Super-Resolution for Fast Multi-Contrast Magnetic Resonance Imaging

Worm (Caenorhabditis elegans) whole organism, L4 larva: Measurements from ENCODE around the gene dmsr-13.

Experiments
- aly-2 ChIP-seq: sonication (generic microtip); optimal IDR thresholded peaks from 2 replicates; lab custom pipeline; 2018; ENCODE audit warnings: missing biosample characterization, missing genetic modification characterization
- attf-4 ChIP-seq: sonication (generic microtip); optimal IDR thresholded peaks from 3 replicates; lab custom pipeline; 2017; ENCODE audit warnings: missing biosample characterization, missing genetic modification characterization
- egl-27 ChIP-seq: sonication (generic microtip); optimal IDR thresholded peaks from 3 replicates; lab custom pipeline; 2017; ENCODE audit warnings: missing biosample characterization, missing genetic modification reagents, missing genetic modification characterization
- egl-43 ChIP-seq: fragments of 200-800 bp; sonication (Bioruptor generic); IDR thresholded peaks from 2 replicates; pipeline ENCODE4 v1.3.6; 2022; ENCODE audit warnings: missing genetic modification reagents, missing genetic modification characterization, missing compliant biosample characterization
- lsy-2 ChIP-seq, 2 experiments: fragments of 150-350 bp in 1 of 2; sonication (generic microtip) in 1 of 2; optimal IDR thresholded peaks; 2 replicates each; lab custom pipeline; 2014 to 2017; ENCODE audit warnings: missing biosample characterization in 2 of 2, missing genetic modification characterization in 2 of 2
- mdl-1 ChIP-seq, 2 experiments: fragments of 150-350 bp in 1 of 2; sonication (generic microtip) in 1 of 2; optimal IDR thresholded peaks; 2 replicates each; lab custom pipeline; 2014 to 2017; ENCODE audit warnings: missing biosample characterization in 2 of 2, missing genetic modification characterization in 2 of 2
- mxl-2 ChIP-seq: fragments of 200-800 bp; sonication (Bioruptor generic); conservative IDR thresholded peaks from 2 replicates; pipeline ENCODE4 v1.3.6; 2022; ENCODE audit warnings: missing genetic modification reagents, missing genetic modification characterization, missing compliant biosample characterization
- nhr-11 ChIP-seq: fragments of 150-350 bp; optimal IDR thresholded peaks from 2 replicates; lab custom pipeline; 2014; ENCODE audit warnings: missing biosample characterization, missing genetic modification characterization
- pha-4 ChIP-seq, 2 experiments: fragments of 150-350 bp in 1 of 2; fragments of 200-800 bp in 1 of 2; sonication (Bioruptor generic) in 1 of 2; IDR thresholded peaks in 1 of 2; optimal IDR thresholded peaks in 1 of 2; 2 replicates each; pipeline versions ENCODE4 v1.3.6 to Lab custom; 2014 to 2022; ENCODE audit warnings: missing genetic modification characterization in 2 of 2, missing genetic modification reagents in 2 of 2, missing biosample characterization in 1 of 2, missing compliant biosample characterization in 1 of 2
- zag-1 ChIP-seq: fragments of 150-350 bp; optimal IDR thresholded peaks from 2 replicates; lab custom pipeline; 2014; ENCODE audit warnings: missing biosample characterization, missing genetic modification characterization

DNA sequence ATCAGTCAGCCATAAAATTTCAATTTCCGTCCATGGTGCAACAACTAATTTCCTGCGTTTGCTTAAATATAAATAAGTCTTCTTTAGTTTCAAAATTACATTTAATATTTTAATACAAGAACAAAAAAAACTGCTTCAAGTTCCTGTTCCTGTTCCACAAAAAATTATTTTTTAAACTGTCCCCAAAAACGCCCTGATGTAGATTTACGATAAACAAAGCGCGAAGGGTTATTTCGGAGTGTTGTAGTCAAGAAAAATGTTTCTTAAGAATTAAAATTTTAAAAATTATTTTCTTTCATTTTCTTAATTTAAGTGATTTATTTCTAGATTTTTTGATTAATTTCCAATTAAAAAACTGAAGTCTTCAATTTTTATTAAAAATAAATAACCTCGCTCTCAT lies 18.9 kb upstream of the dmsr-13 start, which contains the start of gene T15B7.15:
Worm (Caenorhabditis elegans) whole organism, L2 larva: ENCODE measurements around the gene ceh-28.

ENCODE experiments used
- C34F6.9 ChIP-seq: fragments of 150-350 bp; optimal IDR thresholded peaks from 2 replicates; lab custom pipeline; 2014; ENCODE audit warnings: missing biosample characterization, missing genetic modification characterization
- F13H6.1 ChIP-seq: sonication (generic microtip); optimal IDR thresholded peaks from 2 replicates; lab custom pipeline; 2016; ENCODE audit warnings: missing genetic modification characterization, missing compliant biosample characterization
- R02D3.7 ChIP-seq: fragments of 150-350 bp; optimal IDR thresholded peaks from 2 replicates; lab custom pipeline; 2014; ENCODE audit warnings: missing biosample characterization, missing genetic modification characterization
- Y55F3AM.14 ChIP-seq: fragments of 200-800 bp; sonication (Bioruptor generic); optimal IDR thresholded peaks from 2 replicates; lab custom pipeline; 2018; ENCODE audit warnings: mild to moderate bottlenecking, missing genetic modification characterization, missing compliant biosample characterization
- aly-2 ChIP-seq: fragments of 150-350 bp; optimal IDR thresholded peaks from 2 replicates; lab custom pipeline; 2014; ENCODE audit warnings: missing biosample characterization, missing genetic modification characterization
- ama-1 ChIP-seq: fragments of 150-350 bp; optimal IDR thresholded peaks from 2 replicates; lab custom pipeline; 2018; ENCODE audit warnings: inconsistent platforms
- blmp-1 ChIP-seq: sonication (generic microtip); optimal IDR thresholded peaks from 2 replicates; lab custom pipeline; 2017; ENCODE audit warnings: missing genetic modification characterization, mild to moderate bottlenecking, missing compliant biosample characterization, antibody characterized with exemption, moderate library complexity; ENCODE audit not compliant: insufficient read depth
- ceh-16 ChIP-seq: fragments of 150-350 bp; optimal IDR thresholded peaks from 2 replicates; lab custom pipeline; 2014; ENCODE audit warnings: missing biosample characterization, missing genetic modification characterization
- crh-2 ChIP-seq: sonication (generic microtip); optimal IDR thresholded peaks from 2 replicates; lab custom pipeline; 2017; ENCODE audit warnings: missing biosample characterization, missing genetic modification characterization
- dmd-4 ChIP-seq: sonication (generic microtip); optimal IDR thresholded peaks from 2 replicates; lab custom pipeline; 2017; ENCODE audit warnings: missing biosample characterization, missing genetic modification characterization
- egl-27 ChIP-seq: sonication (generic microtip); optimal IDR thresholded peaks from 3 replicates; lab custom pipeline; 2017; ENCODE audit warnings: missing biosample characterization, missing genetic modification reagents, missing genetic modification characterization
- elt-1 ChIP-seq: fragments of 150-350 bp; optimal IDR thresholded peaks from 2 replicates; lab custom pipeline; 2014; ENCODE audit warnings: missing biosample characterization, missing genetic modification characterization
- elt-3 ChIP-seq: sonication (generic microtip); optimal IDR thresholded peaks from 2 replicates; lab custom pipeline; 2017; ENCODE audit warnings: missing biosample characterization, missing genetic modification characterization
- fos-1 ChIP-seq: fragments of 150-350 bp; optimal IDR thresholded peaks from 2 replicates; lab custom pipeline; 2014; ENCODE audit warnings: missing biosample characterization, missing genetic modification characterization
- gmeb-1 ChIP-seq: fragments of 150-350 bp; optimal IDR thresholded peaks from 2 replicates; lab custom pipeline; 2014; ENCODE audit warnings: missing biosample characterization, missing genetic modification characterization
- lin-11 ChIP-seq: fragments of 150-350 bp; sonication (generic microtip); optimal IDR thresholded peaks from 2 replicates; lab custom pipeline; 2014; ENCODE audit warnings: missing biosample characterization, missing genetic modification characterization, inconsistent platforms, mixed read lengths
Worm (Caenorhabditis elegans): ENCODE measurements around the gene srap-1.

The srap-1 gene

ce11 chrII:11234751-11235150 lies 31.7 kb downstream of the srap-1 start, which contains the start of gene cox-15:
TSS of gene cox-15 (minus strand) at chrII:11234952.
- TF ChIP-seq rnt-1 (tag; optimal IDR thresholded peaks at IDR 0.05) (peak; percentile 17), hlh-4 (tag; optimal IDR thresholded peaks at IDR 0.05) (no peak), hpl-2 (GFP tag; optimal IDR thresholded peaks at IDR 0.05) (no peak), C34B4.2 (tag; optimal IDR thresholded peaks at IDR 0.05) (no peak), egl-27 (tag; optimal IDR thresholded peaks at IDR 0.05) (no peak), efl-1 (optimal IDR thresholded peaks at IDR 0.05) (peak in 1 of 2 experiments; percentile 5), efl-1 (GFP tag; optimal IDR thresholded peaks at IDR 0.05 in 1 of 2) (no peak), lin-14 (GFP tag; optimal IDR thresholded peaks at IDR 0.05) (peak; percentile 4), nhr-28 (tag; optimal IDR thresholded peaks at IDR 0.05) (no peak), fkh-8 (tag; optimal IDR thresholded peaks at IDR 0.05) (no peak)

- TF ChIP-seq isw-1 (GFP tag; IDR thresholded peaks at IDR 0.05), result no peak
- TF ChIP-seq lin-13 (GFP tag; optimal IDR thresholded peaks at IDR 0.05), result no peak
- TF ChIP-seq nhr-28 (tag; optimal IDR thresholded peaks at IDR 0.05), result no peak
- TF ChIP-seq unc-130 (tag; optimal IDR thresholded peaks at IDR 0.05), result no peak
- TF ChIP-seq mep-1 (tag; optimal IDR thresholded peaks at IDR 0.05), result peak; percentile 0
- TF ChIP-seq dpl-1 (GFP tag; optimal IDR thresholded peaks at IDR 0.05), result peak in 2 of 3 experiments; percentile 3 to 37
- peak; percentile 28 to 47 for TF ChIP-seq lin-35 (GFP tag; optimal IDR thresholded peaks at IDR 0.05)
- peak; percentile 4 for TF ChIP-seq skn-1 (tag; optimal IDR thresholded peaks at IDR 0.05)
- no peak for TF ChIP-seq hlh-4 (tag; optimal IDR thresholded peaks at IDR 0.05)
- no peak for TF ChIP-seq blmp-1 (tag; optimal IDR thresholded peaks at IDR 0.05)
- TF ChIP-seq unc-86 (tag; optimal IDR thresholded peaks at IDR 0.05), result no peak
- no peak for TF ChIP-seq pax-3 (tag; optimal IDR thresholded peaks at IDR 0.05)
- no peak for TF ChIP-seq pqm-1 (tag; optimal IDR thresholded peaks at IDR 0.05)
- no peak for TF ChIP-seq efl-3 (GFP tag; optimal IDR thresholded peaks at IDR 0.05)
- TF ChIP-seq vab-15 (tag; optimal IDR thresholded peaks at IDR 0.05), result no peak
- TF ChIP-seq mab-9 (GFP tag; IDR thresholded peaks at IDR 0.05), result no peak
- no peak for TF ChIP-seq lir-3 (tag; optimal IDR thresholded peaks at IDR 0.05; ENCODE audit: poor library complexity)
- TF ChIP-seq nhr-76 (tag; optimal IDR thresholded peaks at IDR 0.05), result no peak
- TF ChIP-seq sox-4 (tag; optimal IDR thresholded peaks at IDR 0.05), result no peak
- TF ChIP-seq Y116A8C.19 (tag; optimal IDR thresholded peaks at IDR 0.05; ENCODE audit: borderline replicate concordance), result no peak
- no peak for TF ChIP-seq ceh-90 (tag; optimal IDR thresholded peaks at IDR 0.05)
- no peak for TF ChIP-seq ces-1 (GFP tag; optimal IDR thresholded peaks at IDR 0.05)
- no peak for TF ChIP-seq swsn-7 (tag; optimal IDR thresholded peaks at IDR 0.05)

Abstract: There are many clinical situations where magnetic resonance imaging (MRI) is preferable over other imaging modalities, while the major disadvantage is the relatively long scan time. Due to limited resources, this means that not all patients can be offered an MRI scan, even though it could provide crucial information. It can even be deemed unsafe for a critically ill patient to undergo the examination. In MRI, there is a trade-off between resolution, signal-to-noise ratio (SNR) and the time spent gathering data. When time is of utmost importance, we seek other methods to increase the resolution while preserving SNR and imaging time. In this work, I have studied one of the most promising methods for this task. Namely, constructing super-resolution algorithms to learn the mapping from a low resolution image to a high resolution image using convolutional neural networks. More specifically, I constructed networks capable of transferring high frequency (HF) content, responsible for details in an image, from one kind of image to another. In this context, contrast or weight is used to describe what kind of image we look at. This work only explores the possibility of transferring HF content from T1-weighted images, which can be obtained quite quickly, to T2-weighted images, which would take much longer for similar quality. By doing so, the hope is to contribute to increased efficacy of MRI, and reduce the problems associated with the long scan times. At first, a relatively simple network was implemented to show that transferring HF content between contrasts is possible, as a proof of concept. Next, a much more complex network was proposed, to successfully increase the resolution of MR images better than the commonly used bicubic interpolation method. This is a conclusion drawn from a test where 12 participants were asked to rate the two methods (p=0.0016) Both visual comparisons and quality measures, such as PSNR and SSIM, indicate that the proposed network outperforms a similar network that only utilizes images of one contrast. This suggests that HF content was successfully transferred between images of different contrasts, which improves the reconstruction process. Thus, it could be argued that the proposed multi-contrast model could decrease scan time even further than what its single-contrast counterpart would. Hence, this way of performing multi-contrast super-resolution has the potential to increase the efficacy of MRI.
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